California approves carbon market rules
October 21, 2011 07:09 AM - Rory Carroll, Reuters, SACRAMENTO
California regulators on Thursday approved final regulations for a carbon market that is one of the biggest U.S. responses to climate change. The state believes the market for greenhouse gases, which starts in 2013, will let it address global warming in a low-cost way and become the center of alternative energy industries, like solar, although some businesses fear higher energy prices. The most populous U.S. state is moving ahead with the plan years after federal regulators rejected a similar idea for the nation, partly on concerns of the effect on businesses. The California Air Resources Board voted 8-0 to adopt the market regulations, which officials said are critical to the state's goal of cutting carbon emissions to 1990 levels by 2020 -- about a 22 percent reduction from forecasted business-as-usual output. Power companies and factories will be able to trade a gradually decreasing number of permits to emit carbon dioxide and other greenhouse gases under the so-called cap-and-trade plan, which counts on market forces leading companies to find the cheapest way to cut emissions.
Shenyang, a Major Chinese Industrial City, Turns Green
October 18, 2011 09:53 AM - David A Gabel, ENN
Shenyang is a large city in Northeastern China, not far from the border with North Korea. It is a centrally important industrial city with a population of 8 million that is currently leading the charge for environmentally-friendly practices in urban China. It was at one point heavily polluted with perpetual gray skies and black soot in the air. It was home to some of the country's largest iron and steel plants with a forest of smokestacks and chimneys. The city has undergone a massive transformation by reducing its air pollution, expanding green spaces, and implementing stricter environmental policies.
House votes to delay air pollution rules on boilers
October 14, 2011 05:56 AM - Timothy Gardner, Reuters, WASHINGTON
The House of Representatives passed a bill on Thursday to delay Environmental Protection Agency limits on pollutants from industrial boilers, its latest move to hinder air rules designed to protect public health. The vote was 275 to 142 for the legislation. All Republicans present voted for the bill as did 41 Democrats. Republicans have a majority in the House. "We're not saying, 'Let's walk away and not protect the American people,'" said Representative Ed Whitfield, a Republican from Kentucky. "We're simply saying, 'Let's hold back for just a moment, let's go back and revisit this rule.'" House Republicans and the business community have launched a campaign to delay the EPA's raft of air pollution rules on everything from mercury to greenhouse gases, saying they destroy jobs and add costs to companies struggling to recover. The extent to which Republican voters support the delay of EPA air pollution rules, however, may be faltering. A survey released on Wednesday by Democratic and Republican pollsters suggested the majority of Republican voters do not want the EPA rules stopped or delayed.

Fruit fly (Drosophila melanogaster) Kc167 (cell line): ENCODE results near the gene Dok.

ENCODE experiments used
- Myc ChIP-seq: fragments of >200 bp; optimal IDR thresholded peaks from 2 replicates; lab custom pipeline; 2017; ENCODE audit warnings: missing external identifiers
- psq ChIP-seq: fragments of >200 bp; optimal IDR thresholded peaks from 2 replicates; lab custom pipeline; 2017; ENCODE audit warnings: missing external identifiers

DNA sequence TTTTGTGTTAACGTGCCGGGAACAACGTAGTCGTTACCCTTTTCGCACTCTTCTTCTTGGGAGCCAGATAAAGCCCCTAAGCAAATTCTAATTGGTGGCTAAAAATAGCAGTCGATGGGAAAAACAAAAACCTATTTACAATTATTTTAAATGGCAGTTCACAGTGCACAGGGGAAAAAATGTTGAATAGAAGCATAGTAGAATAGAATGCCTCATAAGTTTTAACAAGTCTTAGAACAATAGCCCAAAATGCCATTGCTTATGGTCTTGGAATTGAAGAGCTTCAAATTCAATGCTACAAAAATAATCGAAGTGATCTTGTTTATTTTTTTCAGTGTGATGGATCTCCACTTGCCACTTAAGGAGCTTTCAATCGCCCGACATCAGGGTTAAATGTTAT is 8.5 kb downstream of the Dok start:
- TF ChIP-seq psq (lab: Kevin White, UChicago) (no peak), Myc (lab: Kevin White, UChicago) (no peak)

EPA says it will complete Mercury and Air Toxics Standards by November 16
October 12, 2011 07:11 AM - Reuters, WASHINGTON
The U.S. Environmental Protection Agency said on Tuesday it was committed to finalizing a standard on mercury emissions by November 16 after 25 states urged a court to force the agency to delay the rule. "EPA is committed to completing the Mercury and Air Toxics Standards -- the first-ever national standards for mercury, arsenic and other toxic air pollution from power plants," the EPA said in a release. An EPA spokeswoman said the agency was on track to finalize the rule, which targets older, inefficient power plants fired by coal and oil, as expected by November 16. The agency is under court order to finalize the rule, also known as the maximum achievable control technology, or MACT, rule for utilities. Late Monday, 25 states filed a brief with the U.S. District Court in Washington urging the court to push EPA to delay finalization of the rule until November 16, 2012 or later, complaining the standard would kill jobs and saddle industry with costs at the worst possible time.
Why the Civilian Conservation Corps Should be Restablished
October 11, 2011 08:59 AM - 3P Guest Author, Ronald C. Weston, Triple Pundit
Last month I was reminded of the impressive accomplishments of the Civilian Conservation Corps (CCC) while touring California National Parks. The CCC was a public works program that operated from 1933 to 1942 as part of FDR's New Deal. It provided manual labor jobs related to the conservation and development of natural resources in rural lands owned by federal, state and local governments. The American public made the CCC the most popular of all the New Deal programs.